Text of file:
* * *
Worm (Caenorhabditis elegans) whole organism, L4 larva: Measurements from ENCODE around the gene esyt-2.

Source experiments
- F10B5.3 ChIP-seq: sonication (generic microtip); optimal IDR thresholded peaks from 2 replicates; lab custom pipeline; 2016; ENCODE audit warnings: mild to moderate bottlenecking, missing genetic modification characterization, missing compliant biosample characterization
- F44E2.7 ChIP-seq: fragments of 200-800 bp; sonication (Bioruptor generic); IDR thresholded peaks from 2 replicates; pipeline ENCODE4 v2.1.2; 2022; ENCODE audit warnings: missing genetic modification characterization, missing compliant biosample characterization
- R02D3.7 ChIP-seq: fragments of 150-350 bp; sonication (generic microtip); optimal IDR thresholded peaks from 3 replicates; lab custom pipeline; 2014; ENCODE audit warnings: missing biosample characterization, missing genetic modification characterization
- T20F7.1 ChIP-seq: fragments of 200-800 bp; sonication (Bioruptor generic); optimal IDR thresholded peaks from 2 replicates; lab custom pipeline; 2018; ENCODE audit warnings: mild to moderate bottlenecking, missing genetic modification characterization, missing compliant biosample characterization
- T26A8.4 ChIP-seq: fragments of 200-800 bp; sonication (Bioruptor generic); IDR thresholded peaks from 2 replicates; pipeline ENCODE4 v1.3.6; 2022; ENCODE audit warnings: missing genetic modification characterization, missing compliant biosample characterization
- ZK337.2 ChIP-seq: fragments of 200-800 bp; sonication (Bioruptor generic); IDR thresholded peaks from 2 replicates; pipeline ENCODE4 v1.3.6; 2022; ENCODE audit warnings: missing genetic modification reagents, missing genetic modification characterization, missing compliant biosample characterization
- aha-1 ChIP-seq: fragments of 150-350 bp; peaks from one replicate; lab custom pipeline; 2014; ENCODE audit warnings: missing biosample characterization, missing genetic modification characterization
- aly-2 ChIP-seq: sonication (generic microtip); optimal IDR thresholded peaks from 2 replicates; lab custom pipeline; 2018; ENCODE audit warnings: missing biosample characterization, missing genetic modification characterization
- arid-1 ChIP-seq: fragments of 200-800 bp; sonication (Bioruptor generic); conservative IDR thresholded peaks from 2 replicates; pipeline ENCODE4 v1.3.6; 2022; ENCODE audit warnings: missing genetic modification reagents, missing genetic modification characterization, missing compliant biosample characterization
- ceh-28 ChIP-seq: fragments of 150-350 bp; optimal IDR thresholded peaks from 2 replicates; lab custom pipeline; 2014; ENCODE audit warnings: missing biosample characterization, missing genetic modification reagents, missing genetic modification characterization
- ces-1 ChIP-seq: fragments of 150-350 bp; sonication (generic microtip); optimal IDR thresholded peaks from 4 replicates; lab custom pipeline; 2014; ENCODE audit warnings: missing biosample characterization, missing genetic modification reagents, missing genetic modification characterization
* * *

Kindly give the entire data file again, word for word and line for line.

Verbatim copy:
Worm (Caenorhabditis elegans) whole organism, L4 larva: Measurements from ENCODE around the gene esyt-2.

Source experiments
- F10B5.3 ChIP-seq: sonication (generic microtip); optimal IDR thresholded peaks from 2 replicates; lab custom pipeline; 2016; ENCODE audit warnings: mild to moderate bottlenecking, missing genetic modification characterization, missing compliant biosample characterization
- F44E2.7 ChIP-seq: fragments of 200-800 bp; sonication (Bioruptor generic); IDR thresholded peaks from 2 replicates; pipeline ENCODE4 v2.1.2; 2022; ENCODE audit warnings: missing genetic modification characterization, missing compliant biosample characterization
- R02D3.7 ChIP-seq: fragments of 150-350 bp; sonication (generic microtip); optimal IDR thresholded peaks from 3 replicates; lab custom pipeline; 2014; ENCODE audit warnings: missing biosample characterization, missing genetic modification characterization
- T20F7.1 ChIP-seq: fragments of 200-800 bp; sonication (Bioruptor generic); optimal IDR thresholded peaks from 2 replicates; lab custom pipeline; 2018; ENCODE audit warnings: mild to moderate bottlenecking, missing genetic modification characterization, missing compliant biosample characterization
- T26A8.4 ChIP-seq: fragments of 200-800 bp; sonication (Bioruptor generic); IDR thresholded peaks from 2 replicates; pipeline ENCODE4 v1.3.6; 2022; ENCODE audit warnings: missing genetic modification characterization, missing compliant biosample characterization
- ZK337.2 ChIP-seq: fragments of 200-800 bp; sonication (Bioruptor generic); IDR thresholded peaks from 2 replicates; pipeline ENCODE4 v1.3.6; 2022; ENCODE audit warnings: missing genetic modification reagents, missing genetic modification characterization, missing compliant biosample characterization
- aha-1 ChIP-seq: fragments of 150-350 bp; peaks from one replicate; lab custom pipeline; 2014; ENCODE audit warnings: missing biosample characterization, missing genetic modification characterization
- aly-2 ChIP-seq: sonication (generic microtip); optimal IDR thresholded peaks from 2 replicates; lab custom pipeline; 2018; ENCODE audit warnings: missing biosample characterization, missing genetic modification characterization
- arid-1 ChIP-seq: fragments of 200-800 bp; sonication (Bioruptor generic); conservative IDR thresholded peaks from 2 replicates; pipeline ENCODE4 v1.3.6; 2022; ENCODE audit warnings: missing genetic modification reagents, missing genetic modification characterization, missing compliant biosample characterization
- ceh-28 ChIP-seq: fragments of 150-350 bp; optimal IDR thresholded peaks from 2 replicates; lab custom pipeline; 2014; ENCODE audit warnings: missing biosample characterization, missing genetic modification reagents, missing genetic modification characterization
- ces-1 ChIP-seq: fragments of 150-350 bp; sonication (generic microtip); optimal IDR thresholded peaks from 4 replicates; lab custom pipeline; 2014; ENCODE audit warnings: missing biosample characterization, missing genetic modification reagents, missing genetic modification characterization